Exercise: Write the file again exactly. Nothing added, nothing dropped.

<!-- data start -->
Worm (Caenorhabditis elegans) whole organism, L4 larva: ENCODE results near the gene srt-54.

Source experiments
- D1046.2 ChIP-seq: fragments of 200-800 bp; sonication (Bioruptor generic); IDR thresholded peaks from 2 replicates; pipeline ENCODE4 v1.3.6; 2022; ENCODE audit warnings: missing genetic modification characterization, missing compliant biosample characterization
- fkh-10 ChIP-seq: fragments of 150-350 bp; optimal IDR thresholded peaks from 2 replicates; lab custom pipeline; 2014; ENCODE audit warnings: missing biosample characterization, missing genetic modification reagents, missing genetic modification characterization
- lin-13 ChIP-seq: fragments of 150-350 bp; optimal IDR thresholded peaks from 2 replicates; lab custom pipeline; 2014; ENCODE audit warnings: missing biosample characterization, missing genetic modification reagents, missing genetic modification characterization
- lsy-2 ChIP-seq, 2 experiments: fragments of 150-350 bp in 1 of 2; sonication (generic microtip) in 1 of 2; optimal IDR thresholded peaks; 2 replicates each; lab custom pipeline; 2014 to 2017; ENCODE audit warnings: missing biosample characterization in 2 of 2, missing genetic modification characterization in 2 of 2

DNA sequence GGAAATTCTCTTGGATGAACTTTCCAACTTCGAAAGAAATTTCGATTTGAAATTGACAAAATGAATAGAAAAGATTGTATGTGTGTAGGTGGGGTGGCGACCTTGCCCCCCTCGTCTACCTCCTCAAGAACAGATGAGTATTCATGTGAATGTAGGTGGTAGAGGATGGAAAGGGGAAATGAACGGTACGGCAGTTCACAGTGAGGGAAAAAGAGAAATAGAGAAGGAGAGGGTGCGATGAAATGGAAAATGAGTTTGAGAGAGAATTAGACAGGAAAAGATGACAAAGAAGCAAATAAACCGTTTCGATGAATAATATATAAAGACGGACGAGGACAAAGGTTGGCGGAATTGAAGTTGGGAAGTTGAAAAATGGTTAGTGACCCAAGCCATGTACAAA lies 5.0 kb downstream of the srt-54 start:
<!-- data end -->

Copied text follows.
Worm (Caenorhabditis elegans) whole organism, L4 larva: ENCODE results near the gene srt-54.

Source experiments
- D1046.2 ChIP-seq: fragments of 200-800 bp; sonication (Bioruptor generic); IDR thresholded peaks from 2 replicates; pipeline ENCODE4 v1.3.6; 2022; ENCODE audit warnings: missing genetic modification characterization, missing compliant biosample characterization
- fkh-10 ChIP-seq: fragments of 150-350 bp; optimal IDR thresholded peaks from 2 replicates; lab custom pipeline; 2014; ENCODE audit warnings: missing biosample characterization, missing genetic modification reagents, missing genetic modification characterization
- lin-13 ChIP-seq: fragments of 150-350 bp; optimal IDR thresholded peaks from 2 replicates; lab custom pipeline; 2014; ENCODE audit warnings: missing biosample characterization, missing genetic modification reagents, missing genetic modification characterization
- lsy-2 ChIP-seq, 2 experiments: fragments of 150-350 bp in 1 of 2; sonication (generic microtip) in 1 of 2; optimal IDR thresholded peaks; 2 replicates each; lab custom pipeline; 2014 to 2017; ENCODE audit warnings: missing biosample characterization in 2 of 2, missing genetic modification characterization in 2 of 2

DNA sequence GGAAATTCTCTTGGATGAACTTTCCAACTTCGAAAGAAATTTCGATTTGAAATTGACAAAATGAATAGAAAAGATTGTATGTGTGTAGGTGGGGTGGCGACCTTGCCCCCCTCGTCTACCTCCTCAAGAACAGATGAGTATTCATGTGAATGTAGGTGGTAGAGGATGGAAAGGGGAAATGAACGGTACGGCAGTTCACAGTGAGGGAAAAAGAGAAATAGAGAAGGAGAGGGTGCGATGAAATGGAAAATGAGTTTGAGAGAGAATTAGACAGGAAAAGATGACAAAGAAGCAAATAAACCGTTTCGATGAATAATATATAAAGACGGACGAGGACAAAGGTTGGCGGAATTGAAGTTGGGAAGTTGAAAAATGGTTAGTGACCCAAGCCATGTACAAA lies 5.0 kb downstream of the srt-54 start: